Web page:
HUMOUR: Customers by Janet Gogerty

The shop was so quiet I wondered if I had made a mistake moving to a market town. I didn’t mind the minimum wage, there was nothing to spend money on around here, but it was the boredom I couldn’t take.

I looked up as a loud voice bellowed from the aisle, was this the local looney? No, just a kind son taking his deaf mother shopping. The only other customers were on the other side of the shop, a screaming toddler strapped in a buggy pushed by her great granny, or perhaps a great great granny. The little old lady was trying to reach the disposable nappies on the top shelf. I could not leave the till and the other staff were in the stock room coping with the delivery.

And then he walked in. Tall and broad shouldered with burnished copper curly hair. He stared at me with a supercilious expression then wandered down the centre aisle, his shoulder brushing against a stack of toilet rolls, sending them to the floor. He turned into the next aisle and the mother and son moved aside for him. No one spoke. As he walked, a tower of tins came crashing down. I pressed the help button, without much hope of help coming.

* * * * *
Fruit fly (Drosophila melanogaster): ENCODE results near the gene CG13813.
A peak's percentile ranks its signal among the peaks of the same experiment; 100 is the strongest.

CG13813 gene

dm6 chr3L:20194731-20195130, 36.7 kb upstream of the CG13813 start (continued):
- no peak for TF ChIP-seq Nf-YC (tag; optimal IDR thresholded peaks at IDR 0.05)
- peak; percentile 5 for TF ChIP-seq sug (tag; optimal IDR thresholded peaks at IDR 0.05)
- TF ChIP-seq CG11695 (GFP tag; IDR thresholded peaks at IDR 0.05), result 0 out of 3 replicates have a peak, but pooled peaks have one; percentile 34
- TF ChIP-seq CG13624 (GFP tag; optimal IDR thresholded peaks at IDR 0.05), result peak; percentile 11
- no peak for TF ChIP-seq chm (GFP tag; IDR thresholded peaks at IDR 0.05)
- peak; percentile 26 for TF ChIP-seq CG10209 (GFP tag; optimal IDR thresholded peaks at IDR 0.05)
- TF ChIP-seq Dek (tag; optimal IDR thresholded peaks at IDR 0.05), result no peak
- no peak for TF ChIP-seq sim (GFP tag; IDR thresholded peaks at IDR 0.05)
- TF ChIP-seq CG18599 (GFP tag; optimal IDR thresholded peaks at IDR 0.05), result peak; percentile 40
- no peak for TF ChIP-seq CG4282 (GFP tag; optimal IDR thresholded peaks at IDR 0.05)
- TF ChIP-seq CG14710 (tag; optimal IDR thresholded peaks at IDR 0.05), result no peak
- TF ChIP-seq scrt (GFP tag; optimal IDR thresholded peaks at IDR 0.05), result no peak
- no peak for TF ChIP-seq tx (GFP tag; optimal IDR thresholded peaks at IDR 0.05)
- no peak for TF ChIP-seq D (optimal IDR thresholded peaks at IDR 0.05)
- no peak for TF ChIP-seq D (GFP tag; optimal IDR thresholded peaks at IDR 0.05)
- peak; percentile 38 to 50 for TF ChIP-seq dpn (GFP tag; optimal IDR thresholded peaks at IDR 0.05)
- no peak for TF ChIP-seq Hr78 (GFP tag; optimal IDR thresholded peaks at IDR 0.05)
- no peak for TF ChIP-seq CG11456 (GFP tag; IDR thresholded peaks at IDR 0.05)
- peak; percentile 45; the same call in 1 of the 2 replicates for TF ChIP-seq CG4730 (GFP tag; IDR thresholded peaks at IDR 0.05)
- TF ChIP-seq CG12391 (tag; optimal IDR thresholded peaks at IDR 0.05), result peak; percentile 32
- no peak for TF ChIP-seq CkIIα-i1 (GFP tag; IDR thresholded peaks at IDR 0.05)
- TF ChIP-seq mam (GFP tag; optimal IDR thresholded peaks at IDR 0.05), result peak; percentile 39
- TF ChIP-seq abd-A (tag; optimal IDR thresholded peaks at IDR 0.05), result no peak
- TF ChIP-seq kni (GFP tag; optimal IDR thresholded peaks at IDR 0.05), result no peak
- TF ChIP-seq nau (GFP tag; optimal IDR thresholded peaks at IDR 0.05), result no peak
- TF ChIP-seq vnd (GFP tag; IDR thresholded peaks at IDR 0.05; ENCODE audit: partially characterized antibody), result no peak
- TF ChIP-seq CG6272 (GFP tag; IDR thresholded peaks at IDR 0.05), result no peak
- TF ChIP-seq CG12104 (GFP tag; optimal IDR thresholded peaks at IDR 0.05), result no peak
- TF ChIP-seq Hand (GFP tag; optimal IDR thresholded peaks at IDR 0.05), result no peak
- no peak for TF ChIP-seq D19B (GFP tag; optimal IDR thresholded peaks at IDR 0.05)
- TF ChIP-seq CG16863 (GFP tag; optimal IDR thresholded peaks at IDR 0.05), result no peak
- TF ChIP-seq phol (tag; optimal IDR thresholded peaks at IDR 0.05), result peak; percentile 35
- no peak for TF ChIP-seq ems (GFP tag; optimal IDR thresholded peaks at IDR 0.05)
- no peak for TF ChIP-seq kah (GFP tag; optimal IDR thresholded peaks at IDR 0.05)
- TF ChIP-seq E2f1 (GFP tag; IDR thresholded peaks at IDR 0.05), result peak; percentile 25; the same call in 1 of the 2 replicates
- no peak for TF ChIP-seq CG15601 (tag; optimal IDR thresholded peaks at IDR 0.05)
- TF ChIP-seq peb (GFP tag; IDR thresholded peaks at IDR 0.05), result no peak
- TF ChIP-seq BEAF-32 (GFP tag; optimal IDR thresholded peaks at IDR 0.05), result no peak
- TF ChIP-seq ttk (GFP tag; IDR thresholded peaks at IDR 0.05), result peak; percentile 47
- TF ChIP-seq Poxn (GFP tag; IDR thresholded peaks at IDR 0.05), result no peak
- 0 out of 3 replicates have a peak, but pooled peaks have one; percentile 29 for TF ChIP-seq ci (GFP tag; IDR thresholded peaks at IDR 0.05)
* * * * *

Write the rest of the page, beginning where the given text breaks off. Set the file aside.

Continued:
As he walked back towards me the look in his eyes had turned to anger. I could not move out of his way and I was sure he intended to stab me.

At last the silence was broken as a new customer came in.

‘There’s a bull in the shop!’

The eye level horns veered away from me and he trotted down the third aisle. His head swayed and the tip of his horn caught the disposable nappies, a large packet dropped into the grateful arms of the great granny. The toddler stopped crying and called out excitedly ‘Doggy’.
My finger was still pressed on the help button, but it seemed my colleagues had decided to stay locked in the store room.

Now through the door came a hunky young man with ruddy cheeks, chestnut wavy hair and a beard to match. He strode forward whistling, a hefty rope strung over his shoulder.

‘Come on Birtie, you’ve spent all your pocket money.’

Bertie did a three point turn, demolishing all the shelves. Then he lowered his head and charged towards his fleeing master.


Janet Gogerty
I have been writing compulsively for eight years; my shortest story is six words exactly and my longest 235,000 words approximately. My short stories have appeared on line, on paper and in audio. My four novels can be found on Amazon Kindle.

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